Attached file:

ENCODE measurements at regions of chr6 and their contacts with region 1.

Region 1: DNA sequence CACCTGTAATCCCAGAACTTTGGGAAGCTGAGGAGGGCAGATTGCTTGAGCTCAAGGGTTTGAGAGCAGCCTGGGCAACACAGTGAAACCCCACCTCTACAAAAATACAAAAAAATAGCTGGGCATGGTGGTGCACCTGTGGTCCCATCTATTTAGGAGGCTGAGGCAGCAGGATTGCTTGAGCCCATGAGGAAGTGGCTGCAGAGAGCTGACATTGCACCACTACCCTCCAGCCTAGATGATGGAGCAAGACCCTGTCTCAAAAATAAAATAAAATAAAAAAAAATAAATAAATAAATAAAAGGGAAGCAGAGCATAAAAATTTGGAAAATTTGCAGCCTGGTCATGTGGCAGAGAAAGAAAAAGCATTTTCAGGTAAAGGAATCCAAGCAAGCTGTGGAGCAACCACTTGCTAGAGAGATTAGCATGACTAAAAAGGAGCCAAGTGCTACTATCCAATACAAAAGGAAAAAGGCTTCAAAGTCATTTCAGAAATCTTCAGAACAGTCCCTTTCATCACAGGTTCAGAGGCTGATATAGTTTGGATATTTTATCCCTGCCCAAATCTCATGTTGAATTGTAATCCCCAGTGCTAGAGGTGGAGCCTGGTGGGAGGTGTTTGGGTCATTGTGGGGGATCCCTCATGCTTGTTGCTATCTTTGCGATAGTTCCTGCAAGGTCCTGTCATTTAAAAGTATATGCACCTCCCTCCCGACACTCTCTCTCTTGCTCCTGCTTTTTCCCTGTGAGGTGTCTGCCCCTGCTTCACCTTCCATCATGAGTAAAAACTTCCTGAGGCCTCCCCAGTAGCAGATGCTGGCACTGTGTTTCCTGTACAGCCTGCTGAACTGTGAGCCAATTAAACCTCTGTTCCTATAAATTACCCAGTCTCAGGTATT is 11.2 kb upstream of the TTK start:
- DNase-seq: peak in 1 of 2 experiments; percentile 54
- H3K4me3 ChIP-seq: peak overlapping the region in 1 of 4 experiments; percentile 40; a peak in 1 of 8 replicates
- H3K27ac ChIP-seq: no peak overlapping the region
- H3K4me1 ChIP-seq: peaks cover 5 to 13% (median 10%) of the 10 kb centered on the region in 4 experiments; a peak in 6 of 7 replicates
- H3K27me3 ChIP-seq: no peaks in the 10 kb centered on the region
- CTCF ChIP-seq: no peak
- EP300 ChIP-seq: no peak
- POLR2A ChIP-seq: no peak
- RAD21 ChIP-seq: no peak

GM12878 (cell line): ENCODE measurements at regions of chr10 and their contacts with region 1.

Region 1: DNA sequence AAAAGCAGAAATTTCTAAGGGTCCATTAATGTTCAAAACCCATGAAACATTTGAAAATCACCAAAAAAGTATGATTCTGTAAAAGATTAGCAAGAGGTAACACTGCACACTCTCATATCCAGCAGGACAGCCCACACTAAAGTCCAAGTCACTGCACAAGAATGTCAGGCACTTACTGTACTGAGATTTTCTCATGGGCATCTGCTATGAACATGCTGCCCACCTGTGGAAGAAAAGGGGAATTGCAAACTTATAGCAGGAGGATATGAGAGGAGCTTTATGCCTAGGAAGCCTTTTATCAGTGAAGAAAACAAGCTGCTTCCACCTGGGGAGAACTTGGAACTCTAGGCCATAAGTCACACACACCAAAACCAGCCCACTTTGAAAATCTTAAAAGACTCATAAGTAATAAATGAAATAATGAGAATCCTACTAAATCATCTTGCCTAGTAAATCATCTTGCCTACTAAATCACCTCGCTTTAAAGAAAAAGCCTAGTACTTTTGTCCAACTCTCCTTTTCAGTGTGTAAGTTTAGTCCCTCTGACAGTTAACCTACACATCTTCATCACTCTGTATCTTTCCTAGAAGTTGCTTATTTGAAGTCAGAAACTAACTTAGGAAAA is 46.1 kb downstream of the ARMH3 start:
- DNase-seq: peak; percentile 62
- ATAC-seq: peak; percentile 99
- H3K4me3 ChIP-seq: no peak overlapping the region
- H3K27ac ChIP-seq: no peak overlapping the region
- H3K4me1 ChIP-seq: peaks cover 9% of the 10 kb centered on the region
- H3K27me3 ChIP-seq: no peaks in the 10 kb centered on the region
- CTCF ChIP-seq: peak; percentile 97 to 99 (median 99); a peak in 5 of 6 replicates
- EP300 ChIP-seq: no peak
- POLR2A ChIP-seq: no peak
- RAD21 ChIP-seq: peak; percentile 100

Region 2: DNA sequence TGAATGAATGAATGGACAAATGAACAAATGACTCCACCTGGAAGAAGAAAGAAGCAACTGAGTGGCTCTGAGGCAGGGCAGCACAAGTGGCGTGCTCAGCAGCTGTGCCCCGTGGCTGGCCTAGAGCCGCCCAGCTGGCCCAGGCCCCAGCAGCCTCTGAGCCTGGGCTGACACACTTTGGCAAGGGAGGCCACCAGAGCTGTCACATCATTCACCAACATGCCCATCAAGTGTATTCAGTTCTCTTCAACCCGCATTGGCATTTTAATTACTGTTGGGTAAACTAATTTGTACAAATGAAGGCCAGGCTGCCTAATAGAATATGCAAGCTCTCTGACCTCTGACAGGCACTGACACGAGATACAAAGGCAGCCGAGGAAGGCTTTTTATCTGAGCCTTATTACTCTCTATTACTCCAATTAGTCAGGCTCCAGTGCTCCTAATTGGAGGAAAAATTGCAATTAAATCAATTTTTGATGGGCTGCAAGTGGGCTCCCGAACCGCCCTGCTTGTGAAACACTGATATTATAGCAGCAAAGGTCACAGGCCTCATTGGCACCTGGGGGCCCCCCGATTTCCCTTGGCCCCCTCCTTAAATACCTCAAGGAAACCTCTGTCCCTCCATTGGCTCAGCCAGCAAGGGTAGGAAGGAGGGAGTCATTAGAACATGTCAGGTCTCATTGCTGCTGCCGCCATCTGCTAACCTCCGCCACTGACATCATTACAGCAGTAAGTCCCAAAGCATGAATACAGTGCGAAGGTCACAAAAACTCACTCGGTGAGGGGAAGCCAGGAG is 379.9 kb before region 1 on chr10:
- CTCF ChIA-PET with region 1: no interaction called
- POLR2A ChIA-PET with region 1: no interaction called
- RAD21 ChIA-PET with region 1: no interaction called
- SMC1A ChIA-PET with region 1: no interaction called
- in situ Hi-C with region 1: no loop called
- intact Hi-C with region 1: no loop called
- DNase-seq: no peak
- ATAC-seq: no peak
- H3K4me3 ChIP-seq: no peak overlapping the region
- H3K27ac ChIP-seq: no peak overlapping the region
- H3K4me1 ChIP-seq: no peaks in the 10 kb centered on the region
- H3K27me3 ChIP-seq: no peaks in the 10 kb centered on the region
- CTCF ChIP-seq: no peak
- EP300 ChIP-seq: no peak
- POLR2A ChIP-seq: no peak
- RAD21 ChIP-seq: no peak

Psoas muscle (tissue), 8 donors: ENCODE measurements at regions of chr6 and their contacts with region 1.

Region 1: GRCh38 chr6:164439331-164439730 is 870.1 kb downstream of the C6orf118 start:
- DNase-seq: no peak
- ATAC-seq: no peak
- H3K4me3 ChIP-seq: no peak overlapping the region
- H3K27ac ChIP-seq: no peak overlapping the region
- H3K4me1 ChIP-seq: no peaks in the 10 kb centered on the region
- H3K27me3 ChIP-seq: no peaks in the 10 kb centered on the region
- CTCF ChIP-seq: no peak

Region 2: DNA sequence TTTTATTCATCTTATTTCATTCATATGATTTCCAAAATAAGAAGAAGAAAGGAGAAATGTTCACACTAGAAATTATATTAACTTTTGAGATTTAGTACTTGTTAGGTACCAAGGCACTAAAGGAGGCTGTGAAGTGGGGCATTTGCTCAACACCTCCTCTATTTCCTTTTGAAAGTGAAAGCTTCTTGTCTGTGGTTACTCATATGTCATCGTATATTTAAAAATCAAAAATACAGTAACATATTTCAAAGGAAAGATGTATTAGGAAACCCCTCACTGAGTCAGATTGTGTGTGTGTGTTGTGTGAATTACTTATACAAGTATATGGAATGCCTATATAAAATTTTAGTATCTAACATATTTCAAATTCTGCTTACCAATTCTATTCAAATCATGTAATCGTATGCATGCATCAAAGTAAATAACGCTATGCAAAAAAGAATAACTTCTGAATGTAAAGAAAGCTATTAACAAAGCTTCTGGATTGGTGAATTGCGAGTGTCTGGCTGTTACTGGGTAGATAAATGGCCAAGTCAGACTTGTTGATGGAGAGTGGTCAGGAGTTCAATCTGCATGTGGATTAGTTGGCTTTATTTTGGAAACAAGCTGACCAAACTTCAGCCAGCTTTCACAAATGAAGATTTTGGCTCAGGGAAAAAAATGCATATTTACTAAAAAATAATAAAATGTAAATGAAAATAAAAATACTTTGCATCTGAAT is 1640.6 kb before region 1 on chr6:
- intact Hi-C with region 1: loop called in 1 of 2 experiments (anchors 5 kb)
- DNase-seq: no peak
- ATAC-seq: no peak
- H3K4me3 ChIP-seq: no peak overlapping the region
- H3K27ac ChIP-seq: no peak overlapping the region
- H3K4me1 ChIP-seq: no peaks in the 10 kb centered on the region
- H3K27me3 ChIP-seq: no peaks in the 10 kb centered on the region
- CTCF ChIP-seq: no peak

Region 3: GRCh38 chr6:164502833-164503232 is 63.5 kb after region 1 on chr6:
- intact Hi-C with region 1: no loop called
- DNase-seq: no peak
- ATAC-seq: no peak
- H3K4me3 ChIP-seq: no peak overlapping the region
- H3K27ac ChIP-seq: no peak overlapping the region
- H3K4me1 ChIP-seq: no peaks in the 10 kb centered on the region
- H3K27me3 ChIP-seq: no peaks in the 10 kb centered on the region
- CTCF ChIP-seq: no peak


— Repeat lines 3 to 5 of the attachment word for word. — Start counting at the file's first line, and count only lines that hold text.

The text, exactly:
- DNase-seq: peak in 1 of 2 experiments; percentile 54
- H3K4me3 ChIP-seq: peak overlapping the region in 1 of 4 experiments; percentile 40; a peak in 1 of 8 replicates
- H3K27ac ChIP-seq: no peak overlapping the region